The government is expecting the fiscal deficit to decline to 3.6% of GDP in 2016. As the budget includes Dh13bn (€1.2bn) of grants from GCC states, and most of the expected aid did not materialise in 2015, the authorities may have to again find additional savings elsewhere to meet their targets if oil prices do not rise substantially.

In the first quarter of 2016 the budget deficit fell by Dh760m (€69.7m) year-on-year (y-o-y) to Dh12.2bn (€1.1bn), thanks in part to a 7.3% increase in tax revenues to Dh57.7bn (€5.3bn). This stemmed from a 14.6% rise in corporate tax revenues to Dh14.9bn (€1.4bn) and a 5.1% increase in personal income tax receipts to Dh9.9bn (€907.7m). Morocco also saw a Dh4.4bn (€403.4m) increase in the kingdom’s special Treasury accounts – which include items such as taxes collected on behalf of local government and the kingdom’s road and housing solidarity funds – to Dh6.5bn (€596m). Expenditure also rose by 6% y-o-y to Dh79.5bn (€7.3bn) during the first quarter of 2016, driven by a 3.5% increase in ordinary expenditure to Dh59.9bn (€5.5bn) and a 14.5% jump in investment spending to Dh19.7bn (€1.8bn).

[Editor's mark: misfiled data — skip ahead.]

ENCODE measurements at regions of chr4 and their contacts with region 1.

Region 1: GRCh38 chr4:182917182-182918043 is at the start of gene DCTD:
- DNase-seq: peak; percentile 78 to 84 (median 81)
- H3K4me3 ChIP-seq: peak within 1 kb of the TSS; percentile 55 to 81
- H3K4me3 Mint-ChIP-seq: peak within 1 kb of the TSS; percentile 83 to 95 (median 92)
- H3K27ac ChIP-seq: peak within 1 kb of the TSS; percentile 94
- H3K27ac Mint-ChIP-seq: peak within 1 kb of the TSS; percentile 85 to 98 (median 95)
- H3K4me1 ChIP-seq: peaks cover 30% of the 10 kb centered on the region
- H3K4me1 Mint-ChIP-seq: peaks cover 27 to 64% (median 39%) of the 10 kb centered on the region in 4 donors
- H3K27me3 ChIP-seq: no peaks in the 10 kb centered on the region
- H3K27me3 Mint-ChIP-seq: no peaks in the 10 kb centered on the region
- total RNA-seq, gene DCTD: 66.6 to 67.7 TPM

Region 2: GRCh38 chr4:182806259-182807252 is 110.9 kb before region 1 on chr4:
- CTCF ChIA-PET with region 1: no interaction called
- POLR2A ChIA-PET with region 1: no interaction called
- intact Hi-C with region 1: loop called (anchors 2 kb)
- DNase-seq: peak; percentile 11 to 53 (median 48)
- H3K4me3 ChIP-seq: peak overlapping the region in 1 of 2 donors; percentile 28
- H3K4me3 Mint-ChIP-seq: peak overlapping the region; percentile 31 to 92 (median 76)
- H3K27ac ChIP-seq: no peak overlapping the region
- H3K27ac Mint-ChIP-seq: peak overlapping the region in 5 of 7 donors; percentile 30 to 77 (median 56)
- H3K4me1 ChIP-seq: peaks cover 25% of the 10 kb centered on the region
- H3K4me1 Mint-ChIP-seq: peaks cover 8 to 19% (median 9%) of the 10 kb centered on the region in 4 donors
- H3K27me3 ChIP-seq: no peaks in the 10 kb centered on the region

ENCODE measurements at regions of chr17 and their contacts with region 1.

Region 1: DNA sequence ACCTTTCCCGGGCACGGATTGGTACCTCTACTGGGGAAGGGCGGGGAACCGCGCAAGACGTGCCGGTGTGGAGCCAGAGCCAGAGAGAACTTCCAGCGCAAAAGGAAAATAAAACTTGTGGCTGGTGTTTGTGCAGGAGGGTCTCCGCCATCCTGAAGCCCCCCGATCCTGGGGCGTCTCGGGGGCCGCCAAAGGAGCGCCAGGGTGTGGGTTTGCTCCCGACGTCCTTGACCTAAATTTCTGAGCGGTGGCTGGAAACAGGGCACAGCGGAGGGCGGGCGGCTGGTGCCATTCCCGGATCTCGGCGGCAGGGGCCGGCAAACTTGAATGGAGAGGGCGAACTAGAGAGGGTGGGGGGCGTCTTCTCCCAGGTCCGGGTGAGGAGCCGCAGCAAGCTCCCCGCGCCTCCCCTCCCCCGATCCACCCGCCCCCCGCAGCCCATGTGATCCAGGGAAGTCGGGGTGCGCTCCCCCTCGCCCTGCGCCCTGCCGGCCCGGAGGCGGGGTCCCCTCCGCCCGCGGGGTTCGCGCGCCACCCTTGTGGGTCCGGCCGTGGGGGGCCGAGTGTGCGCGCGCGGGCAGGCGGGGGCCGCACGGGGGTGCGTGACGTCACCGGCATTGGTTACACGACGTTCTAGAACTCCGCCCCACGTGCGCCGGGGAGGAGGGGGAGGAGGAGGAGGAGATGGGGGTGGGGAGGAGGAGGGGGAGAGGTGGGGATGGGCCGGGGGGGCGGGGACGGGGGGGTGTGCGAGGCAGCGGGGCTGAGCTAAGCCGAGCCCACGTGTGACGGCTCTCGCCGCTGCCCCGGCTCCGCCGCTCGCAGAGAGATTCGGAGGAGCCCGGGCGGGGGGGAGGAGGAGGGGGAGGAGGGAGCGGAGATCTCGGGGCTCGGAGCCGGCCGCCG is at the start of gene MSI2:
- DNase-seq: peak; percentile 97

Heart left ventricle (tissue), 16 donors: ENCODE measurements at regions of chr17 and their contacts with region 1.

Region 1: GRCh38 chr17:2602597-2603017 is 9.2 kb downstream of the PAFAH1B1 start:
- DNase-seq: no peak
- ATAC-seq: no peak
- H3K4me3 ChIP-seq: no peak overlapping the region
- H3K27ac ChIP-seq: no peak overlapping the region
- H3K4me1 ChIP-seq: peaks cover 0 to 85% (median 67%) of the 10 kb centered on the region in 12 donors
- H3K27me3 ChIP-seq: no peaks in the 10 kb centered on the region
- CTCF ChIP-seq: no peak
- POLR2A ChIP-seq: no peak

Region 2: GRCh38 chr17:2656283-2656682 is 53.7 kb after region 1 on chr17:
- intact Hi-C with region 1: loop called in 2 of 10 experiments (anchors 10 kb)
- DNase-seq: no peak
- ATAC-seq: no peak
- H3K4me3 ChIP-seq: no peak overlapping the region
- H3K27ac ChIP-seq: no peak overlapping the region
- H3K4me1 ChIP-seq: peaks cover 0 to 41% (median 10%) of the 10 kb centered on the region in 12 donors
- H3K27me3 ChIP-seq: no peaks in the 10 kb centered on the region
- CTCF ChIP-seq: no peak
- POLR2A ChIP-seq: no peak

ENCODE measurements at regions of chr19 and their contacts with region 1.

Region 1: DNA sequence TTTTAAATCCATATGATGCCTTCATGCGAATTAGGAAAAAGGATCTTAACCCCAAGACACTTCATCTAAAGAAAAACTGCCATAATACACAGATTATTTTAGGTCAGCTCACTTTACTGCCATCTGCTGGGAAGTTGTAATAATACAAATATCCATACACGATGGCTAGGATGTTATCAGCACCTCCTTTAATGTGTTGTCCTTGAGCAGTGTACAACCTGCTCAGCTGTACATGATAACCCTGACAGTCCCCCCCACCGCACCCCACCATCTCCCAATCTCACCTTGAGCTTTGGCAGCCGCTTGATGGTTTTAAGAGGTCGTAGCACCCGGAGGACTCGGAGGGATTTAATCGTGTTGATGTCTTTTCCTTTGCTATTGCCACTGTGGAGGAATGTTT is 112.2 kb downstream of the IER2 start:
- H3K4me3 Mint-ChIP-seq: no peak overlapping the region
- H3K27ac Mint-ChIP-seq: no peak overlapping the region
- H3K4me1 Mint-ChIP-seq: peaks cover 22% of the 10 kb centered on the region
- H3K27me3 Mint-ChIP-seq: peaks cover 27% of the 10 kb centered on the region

In March 2016 Bank Al Maghrib, the country’s central bank, forecast that the deficit for the year would stand at 3.7% of GDP, more or less in line with the government’s target, before falling to 3.1% in 2017. Over the longer term, the IMF has predicted the fiscal deficit will come down to around 2% of GDP by 2020, which observers say is roughly the right level for a country like Morocco. “A fiscal deficit of below 3% of GDP is sustainable and would prevent the ratio of debt to GDP from rising,” Karim Gharbi, head of research at Moroccan investment bank CFG, told OBG.


Following major reductions in recent years, subsidies are due to fall further, with the 2016 Finance Law halving the total from Dh31.2bn (€2.9bn) in 2015 to Dh15.5bn (€1.4bn) – although in practice the government spent substantially less than this in 2015 due to lower-than-forecast oil prices.